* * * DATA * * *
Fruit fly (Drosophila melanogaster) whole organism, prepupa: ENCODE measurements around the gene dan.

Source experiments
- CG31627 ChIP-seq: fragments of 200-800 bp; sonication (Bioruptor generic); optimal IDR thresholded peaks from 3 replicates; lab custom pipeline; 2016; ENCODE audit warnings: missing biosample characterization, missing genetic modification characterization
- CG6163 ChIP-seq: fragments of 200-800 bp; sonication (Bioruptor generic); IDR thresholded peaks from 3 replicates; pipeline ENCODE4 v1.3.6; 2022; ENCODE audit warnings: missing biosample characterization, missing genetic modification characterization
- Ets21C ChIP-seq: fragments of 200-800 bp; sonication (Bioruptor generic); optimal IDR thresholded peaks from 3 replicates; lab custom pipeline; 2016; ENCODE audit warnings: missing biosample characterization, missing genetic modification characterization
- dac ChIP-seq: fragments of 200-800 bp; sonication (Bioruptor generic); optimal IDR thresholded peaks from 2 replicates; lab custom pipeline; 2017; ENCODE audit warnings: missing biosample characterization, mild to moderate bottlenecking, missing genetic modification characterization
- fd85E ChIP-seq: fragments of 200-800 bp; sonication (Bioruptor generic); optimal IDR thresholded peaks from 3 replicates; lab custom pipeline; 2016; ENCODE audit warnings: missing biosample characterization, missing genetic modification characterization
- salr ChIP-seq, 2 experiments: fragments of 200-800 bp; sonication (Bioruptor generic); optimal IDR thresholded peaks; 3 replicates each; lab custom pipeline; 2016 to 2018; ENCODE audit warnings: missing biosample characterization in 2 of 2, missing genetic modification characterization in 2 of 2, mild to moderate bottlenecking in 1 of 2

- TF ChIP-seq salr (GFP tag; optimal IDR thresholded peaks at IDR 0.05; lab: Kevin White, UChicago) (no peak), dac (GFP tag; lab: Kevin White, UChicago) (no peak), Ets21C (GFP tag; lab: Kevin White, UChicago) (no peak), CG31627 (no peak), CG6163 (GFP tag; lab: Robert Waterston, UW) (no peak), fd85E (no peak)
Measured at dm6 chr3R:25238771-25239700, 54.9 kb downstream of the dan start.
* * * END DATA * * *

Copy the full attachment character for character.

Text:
Fruit fly (Drosophila melanogaster) whole organism, prepupa: ENCODE measurements around the gene dan.

Source experiments
- CG31627 ChIP-seq: fragments of 200-800 bp; sonication (Bioruptor generic); optimal IDR thresholded peaks from 3 replicates; lab custom pipeline; 2016; ENCODE audit warnings: missing biosample characterization, missing genetic modification characterization
- CG6163 ChIP-seq: fragments of 200-800 bp; sonication (Bioruptor generic); IDR thresholded peaks from 3 replicates; pipeline ENCODE4 v1.3.6; 2022; ENCODE audit warnings: missing biosample characterization, missing genetic modification characterization
- Ets21C ChIP-seq: fragments of 200-800 bp; sonication (Bioruptor generic); optimal IDR thresholded peaks from 3 replicates; lab custom pipeline; 2016; ENCODE audit warnings: missing biosample characterization, missing genetic modification characterization
- dac ChIP-seq: fragments of 200-800 bp; sonication (Bioruptor generic); optimal IDR thresholded peaks from 2 replicates; lab custom pipeline; 2017; ENCODE audit warnings: missing biosample characterization, mild to moderate bottlenecking, missing genetic modification characterization
- fd85E ChIP-seq: fragments of 200-800 bp; sonication (Bioruptor generic); optimal IDR thresholded peaks from 3 replicates; lab custom pipeline; 2016; ENCODE audit warnings: missing biosample characterization, missing genetic modification characterization
- salr ChIP-seq, 2 experiments: fragments of 200-800 bp; sonication (Bioruptor generic); optimal IDR thresholded peaks; 3 replicates each; lab custom pipeline; 2016 to 2018; ENCODE audit warnings: missing biosample characterization in 2 of 2, missing genetic modification characterization in 2 of 2, mild to moderate bottlenecking in 1 of 2

- TF ChIP-seq salr (GFP tag; optimal IDR thresholded peaks at IDR 0.05; lab: Kevin White, UChicago) (no peak), dac (GFP tag; lab: Kevin White, UChicago) (no peak), Ets21C (GFP tag; lab: Kevin White, UChicago) (no peak), CG31627 (no peak), CG6163 (GFP tag; lab: Robert Waterston, UW) (no peak), fd85E (no peak)
Measured at dm6 chr3R:25238771-25239700, 54.9 kb downstream of the dan start.